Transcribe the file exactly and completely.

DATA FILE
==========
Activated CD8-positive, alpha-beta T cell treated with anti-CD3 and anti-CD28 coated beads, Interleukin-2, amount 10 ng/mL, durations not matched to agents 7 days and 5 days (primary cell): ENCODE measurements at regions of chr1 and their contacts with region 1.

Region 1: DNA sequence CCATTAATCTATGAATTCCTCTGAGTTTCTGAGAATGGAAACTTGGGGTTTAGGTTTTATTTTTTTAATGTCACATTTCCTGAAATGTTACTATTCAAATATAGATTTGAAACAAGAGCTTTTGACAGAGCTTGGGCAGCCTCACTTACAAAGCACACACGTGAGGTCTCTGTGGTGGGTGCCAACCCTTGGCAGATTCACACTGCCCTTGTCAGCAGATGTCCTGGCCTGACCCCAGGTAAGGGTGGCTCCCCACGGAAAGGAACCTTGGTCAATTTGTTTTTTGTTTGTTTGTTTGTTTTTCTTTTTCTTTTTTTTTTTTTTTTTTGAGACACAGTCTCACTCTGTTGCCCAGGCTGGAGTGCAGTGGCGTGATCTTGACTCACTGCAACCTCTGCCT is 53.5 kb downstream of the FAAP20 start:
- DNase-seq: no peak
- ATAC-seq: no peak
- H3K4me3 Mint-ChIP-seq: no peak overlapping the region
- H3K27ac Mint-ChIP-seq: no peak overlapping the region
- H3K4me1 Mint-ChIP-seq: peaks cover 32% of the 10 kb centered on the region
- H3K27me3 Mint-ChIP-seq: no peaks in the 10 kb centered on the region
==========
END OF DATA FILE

Activated CD8-positive, alpha-beta T cell treated with anti-CD3 and anti-CD28 coated beads, Interleukin-2, amount 10 ng/mL, durations not matched to agents 7 days and 5 days (primary cell): ENCODE measurements at regions of chr1 and their contacts with region 1.

Region 1: DNA sequence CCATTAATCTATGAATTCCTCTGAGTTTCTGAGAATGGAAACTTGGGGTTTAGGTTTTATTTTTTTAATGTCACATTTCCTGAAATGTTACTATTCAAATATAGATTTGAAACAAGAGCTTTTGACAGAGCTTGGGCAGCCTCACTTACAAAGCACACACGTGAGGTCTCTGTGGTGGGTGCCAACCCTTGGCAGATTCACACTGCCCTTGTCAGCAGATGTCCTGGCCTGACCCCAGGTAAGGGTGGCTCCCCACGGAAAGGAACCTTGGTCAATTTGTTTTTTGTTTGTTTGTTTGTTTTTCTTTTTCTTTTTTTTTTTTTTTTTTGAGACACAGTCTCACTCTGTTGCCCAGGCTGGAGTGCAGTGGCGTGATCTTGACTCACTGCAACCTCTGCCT is 53.5 kb downstream of the FAAP20 start:
- DNase-seq: no peak
- ATAC-seq: no peak
- H3K4me3 Mint-ChIP-seq: no peak overlapping the region
- H3K27ac Mint-ChIP-seq: no peak overlapping the region
- H3K4me1 Mint-ChIP-seq: peaks cover 32% of the 10 kb centered on the region
- H3K27me3 Mint-ChIP-seq: no peaks in the 10 kb centered on the region